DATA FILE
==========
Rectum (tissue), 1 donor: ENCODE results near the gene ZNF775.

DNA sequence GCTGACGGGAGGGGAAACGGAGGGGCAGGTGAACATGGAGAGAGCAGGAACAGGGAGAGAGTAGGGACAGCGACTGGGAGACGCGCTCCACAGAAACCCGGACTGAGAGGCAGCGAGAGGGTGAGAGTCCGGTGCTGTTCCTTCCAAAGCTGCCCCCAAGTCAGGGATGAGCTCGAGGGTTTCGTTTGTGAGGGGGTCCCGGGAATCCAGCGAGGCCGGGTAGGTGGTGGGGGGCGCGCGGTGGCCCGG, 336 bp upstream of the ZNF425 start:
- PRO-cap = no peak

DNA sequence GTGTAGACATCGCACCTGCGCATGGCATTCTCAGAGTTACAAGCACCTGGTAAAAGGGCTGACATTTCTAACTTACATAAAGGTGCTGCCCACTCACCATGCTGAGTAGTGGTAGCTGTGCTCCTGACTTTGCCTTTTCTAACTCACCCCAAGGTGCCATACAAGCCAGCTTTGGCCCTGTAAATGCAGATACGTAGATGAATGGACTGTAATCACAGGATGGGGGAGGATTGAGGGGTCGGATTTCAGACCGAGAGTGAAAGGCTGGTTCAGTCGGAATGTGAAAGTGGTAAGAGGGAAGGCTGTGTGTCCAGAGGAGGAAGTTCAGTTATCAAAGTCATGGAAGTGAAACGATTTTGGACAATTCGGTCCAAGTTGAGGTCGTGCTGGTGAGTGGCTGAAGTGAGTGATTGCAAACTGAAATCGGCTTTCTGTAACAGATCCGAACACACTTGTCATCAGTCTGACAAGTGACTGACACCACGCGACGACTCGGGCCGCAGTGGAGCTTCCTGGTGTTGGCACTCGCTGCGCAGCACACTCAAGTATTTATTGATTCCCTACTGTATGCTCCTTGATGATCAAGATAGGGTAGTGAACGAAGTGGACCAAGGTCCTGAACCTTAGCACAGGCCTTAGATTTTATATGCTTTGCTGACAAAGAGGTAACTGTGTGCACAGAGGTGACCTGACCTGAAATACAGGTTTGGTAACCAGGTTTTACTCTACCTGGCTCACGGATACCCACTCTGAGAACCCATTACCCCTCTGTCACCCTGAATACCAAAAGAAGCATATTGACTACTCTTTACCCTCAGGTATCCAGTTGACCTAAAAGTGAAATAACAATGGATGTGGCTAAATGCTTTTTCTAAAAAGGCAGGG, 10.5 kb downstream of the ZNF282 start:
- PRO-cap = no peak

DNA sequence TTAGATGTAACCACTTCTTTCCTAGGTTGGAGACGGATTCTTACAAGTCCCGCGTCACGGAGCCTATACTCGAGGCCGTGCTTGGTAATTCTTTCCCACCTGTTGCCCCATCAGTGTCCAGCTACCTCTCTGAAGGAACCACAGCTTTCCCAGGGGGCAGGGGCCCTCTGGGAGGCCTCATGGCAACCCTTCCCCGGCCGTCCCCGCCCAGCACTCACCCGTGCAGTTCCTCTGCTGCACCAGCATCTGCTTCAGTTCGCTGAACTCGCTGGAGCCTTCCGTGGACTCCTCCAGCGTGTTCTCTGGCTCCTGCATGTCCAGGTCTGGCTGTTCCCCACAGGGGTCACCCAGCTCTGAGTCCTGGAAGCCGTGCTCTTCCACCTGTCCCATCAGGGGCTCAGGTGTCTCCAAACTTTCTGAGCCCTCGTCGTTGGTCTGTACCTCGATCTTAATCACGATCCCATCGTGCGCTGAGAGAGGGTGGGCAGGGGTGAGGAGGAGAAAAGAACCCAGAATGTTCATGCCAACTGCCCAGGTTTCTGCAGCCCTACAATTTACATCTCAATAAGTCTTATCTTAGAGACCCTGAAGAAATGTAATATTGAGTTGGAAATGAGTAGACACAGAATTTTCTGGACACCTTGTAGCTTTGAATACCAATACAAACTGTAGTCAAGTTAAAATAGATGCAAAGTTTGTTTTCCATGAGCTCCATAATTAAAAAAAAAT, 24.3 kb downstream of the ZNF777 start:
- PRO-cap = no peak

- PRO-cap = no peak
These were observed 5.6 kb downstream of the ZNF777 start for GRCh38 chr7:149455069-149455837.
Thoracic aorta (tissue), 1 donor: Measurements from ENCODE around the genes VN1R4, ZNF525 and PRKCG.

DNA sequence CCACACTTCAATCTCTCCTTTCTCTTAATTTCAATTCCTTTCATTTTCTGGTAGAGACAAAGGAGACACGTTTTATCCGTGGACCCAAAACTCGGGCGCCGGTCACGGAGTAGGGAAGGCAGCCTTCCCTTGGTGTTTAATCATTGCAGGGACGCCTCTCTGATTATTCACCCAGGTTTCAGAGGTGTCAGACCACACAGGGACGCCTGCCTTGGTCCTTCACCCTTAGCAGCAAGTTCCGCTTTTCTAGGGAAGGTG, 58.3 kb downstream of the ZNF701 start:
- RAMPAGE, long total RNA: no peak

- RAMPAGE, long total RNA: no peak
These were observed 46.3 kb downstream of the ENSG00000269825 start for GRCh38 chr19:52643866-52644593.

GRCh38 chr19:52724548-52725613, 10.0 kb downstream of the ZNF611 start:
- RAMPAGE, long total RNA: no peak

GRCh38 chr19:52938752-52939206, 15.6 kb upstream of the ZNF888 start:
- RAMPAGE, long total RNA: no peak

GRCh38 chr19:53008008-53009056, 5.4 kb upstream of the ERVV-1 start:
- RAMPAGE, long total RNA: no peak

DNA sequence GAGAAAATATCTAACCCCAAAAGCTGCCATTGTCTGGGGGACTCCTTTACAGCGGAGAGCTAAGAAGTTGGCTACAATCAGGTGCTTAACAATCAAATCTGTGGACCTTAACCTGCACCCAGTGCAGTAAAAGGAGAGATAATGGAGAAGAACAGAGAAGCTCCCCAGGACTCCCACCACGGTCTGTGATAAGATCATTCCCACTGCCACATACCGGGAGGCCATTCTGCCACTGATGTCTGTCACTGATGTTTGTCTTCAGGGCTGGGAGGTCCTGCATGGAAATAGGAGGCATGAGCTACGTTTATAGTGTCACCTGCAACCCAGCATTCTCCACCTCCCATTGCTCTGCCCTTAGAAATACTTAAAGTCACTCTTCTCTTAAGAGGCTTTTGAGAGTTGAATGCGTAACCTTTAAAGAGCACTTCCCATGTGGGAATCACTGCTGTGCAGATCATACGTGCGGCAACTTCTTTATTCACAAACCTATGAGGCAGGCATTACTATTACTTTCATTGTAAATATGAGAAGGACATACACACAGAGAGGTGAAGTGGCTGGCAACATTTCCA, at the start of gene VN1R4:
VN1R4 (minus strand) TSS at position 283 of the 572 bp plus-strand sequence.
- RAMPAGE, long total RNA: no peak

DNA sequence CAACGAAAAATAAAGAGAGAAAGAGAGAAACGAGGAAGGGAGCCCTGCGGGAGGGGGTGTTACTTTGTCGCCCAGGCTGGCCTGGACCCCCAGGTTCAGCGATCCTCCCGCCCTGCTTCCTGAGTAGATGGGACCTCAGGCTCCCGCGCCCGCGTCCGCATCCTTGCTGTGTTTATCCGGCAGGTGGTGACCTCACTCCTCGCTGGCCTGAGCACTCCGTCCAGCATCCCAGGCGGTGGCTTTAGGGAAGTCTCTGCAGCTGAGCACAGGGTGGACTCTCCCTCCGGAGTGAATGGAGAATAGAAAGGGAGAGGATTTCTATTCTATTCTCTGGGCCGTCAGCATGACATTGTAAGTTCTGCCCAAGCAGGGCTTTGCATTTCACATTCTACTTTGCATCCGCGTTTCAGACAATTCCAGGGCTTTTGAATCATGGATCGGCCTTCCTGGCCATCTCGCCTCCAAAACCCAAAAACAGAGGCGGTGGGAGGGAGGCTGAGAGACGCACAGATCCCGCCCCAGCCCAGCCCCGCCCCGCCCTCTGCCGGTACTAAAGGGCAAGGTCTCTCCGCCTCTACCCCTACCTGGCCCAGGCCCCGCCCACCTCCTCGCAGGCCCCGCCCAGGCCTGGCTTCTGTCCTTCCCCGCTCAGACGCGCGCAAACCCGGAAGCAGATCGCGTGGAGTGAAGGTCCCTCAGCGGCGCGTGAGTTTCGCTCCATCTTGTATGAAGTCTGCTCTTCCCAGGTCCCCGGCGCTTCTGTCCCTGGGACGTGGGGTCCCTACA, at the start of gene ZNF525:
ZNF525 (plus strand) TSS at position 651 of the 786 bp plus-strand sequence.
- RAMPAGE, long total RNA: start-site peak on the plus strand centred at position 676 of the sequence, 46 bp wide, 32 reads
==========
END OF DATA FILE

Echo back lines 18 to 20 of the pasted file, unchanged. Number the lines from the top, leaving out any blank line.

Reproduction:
- RAMPAGE, long total RNA: no peak

GRCh38 chr19:53008008-53009056, 5.4 kb upstream of the ERVV-1 start:
- RAMPAGE, long total RNA: no peak